Another way the coffee industry has advanced the third wave movement is by coffee shops and roasters focusing on the individual qualities of a specific coffee. For example, coffee roasters will include the details of a specific coffee they sell, such as the variety, country, region, processing, elevation, and more. Sometimes coffee roasters will even include the name of the farm or farmers, especially if they have a direct relationship.
The main difference that you need to understand is that third wave movement is focused on helping the consumer (that’s you and me) understand the unique aspects that coffee can have.
While the third wave coffee movement and specialty coffee are related, you should understand that there are some key differences between the two.
Gourmet, Fair Trade, and Organic Coffee
To many, the biggest challenge with understanding specialty coffee is making sense of the marketing terms that some companies throw around when trying to describe their coffee. Some of these terms do a better job than others, but in our experience it’s difficult to determine what they actually mean. All of these terms are used by plenty of coffee roasters around the world, but offer little more than coffee marketing jargon.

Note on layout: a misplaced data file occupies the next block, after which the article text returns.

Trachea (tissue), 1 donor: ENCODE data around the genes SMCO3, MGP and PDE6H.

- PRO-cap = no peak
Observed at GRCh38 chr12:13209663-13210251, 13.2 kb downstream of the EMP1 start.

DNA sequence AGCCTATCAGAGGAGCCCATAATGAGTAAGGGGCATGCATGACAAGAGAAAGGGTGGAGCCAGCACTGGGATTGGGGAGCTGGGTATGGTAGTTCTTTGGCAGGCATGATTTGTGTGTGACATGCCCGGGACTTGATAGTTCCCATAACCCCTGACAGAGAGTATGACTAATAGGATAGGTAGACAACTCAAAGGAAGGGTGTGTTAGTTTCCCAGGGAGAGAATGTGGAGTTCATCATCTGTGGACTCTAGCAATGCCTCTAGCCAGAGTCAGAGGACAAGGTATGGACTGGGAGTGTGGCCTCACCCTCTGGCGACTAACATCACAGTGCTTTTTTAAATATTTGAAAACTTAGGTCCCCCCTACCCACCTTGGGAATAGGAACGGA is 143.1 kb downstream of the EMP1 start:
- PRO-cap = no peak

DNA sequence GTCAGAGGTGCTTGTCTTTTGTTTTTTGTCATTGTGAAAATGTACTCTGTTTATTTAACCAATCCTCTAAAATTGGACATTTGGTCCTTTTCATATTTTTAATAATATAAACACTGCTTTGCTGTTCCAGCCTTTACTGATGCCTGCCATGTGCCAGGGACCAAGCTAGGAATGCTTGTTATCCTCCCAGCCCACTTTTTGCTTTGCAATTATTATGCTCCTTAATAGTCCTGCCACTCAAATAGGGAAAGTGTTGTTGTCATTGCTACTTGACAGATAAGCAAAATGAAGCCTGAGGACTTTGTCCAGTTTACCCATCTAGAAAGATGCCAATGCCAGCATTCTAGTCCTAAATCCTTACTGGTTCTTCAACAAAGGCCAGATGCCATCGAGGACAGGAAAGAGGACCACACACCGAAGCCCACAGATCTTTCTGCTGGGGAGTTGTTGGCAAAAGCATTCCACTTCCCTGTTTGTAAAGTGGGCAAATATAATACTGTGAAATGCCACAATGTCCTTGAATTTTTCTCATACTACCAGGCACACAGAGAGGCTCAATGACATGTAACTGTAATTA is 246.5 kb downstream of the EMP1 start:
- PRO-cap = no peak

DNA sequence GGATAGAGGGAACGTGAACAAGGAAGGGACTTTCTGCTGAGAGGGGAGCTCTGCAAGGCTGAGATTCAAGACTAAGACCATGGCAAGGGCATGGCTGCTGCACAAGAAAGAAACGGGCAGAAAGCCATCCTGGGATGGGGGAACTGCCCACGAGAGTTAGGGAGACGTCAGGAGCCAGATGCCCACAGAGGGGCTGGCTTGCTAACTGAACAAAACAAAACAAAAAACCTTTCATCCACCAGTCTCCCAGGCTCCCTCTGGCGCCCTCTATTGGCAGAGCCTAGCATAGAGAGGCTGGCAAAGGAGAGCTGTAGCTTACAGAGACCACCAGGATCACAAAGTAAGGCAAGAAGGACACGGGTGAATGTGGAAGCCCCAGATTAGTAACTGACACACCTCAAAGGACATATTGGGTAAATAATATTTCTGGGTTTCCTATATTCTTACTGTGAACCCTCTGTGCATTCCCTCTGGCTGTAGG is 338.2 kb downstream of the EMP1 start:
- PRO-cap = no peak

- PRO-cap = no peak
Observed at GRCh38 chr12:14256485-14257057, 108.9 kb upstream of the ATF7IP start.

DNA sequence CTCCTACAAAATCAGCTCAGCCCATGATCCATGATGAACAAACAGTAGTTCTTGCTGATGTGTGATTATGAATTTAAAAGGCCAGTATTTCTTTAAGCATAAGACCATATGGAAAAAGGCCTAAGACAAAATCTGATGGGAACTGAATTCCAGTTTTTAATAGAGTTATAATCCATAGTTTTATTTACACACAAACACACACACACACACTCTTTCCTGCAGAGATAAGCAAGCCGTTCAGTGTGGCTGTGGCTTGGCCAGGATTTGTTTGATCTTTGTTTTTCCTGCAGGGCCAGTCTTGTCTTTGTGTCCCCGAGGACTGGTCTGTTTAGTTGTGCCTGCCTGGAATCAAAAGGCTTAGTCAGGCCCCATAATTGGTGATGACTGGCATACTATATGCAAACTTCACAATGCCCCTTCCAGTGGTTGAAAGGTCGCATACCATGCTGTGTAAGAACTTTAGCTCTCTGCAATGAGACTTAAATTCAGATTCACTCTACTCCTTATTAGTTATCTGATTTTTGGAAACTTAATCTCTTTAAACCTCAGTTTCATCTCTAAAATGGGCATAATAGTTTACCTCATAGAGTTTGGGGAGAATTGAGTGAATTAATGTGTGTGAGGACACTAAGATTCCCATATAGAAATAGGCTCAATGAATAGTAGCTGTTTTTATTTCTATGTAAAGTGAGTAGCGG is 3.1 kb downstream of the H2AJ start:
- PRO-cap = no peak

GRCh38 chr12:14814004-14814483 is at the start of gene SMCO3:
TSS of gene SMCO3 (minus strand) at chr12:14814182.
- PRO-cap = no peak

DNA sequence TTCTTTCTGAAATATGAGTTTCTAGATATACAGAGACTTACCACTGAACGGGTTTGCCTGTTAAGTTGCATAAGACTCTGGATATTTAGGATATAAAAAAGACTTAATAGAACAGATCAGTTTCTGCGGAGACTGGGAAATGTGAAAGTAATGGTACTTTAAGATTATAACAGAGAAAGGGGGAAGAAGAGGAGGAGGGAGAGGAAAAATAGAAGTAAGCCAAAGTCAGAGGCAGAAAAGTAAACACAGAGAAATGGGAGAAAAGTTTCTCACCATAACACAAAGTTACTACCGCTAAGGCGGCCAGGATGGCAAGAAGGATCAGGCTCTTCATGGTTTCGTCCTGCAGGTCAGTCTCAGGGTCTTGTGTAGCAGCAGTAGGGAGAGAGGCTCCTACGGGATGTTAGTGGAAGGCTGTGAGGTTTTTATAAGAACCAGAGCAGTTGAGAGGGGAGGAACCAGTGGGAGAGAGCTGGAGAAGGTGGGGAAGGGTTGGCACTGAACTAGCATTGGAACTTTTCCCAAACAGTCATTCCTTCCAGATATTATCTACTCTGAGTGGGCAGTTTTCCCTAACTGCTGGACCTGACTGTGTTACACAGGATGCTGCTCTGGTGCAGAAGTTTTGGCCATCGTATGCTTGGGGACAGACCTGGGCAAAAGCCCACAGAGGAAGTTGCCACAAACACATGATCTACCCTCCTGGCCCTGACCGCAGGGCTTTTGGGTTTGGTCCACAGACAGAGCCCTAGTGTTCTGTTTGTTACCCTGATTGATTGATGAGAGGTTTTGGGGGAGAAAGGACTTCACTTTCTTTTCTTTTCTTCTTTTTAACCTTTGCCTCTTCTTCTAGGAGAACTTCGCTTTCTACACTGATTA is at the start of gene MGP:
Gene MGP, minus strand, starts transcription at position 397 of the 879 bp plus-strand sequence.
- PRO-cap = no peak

Take, for example, the term “gourmet”. If there’s a less descriptive word in the English language, we haven’t been able to find it. There are no standards when it comes to describing anything as gourmet, and the same goes for coffee. We googled “gourmet definition”, and it seems like even Google is confused.
It would be just like calling a steak “delicious”, without any mention of the actual qualities of the steak. If you ever see this term being advertised, most likely they don’t have a better way to describe their coffee.
Fair Trade Coffee
Another example is the term “fair trade”. This one has a little more weight behind it, because calling a product “fair trade certified” requires upholding certain standards set forth by the Fair Trade nonprofit organization. However, concerns have been made in regards to fair trade in the coffee industry. This article, published in 2011 by a specialty coffee professional who left the fair trade industry, details a lot of the question marks with fair trade in coffee. Specifically, the market for coffee has changed quite a bit from when the fair trade model was created, and over time it became less helpful for farmers. The price for their coffee was higher on the open market than what the fair trade contracts allowed, so many of them defaulted on the contracts for a higher income by selling it on the normal market.
In fact, one specialty coffee roaster, Intelligentsia, guarantees to pay 25% higher than the Fair Trade price for all the coffees they buy. The reason they do that is because of the higher quality they aim for.